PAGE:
Thank you for joining us for Part 2 of this discussion on Toolset. If you missed our last blog post, catch up by taking a look at Part 1
Why Use Toolset and What is it?
On a simple level, Toolset is a set of plugins that hook into WordPress’ native support for custom post types. Using it, site developers can build content and the surrounding logic for it that would have previously required a programmer to build.
Toolset is a very expansive tool, and the full scope of it will not be covered in this article. Instead, I will overview the basic mechanisms of it that could be used to build a scalable case study component since that is the example used in Part 1. Those mechanisms are:
You will see as well, near the end, where drag-and-drop page builders still have their place in this solution and work alongside Toolset.
Post Types, Taxonomies, and Custom Fields
I bundled these together because it seems fruitless to have one without the others, and they are almost always used in combination.
Post Types allow you to create a custom post type as well as determine the basic attributes that go along with a post type. If you are diving into this concept for the first time, think of the basic WordPress “post” in the backend of the CMS for publishing blogs. Out-of-the-box, “posts” are reserved for blog articles. Additional and custom post types can be created for anything, though, like case studies, movie reviews, events, testimonials – you name it.
You can also read more about custom post types in the official WordPress Codex.
Custom post types have traditionally required some programming knowledge in order to create, but with Toolset, a non-programmer can use a simple visual tool to achieve the same result.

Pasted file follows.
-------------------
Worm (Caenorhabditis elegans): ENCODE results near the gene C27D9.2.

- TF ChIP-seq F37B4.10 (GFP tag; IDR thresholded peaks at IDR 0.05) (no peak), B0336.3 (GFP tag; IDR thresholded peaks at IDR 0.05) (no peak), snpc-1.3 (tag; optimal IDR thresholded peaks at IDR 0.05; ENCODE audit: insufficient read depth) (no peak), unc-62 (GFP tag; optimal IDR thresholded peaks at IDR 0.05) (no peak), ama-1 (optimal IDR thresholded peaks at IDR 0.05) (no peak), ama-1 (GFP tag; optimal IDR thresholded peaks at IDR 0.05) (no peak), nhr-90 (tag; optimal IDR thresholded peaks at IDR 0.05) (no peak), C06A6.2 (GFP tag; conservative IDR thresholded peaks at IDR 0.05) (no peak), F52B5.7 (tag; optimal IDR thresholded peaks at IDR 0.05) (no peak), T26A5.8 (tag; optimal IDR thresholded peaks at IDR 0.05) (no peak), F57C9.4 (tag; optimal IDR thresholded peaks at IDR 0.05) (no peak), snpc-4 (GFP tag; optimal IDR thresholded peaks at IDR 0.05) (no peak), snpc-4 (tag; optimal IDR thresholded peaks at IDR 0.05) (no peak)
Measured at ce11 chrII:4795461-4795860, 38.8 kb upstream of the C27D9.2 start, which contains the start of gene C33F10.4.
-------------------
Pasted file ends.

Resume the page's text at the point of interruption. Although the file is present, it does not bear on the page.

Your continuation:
In the image below you can see the basic graphical user interface (GUI) for creating a Case Study post type.
This image only shows the first few fields for setting up the custom post type, but the remaining options are fairly self-explanatory and Toolset has nice helper tips throughout the plugin to explain some of the more technical parts. The remaining options pertain to things like choosing if the post type should allow users to comment on it or not, if there should be a featured image or not, etc. Many of these things are pre-filled out, and it has been my experience that most of the time the default settings are exactly what is needed.
Once my new post type is created I now have this addition in my left rail admin menu of the WordPress back-end:
To add a new case study, I could simply click “Add New.” However, at this point adding a case study won’t be that spectacular since it is just an empty post type not uniquely set up for case studies yet.
In order to start that setup, we’ll start with configuring a basic taxonomy for the custom post type.
Taxonomies add a layer of categorical organization to custom post types. In this case, adding a taxonomy will enable us to categorize our case studies.
For example, I can create a taxonomy called “Practice Areas” for the imaginary legal firm in our Part 1 example and after doing so, my post editor will now have a category box with my custom practice areas to choose from. As you can see, this is a very versatile law firm with a wide range of experience.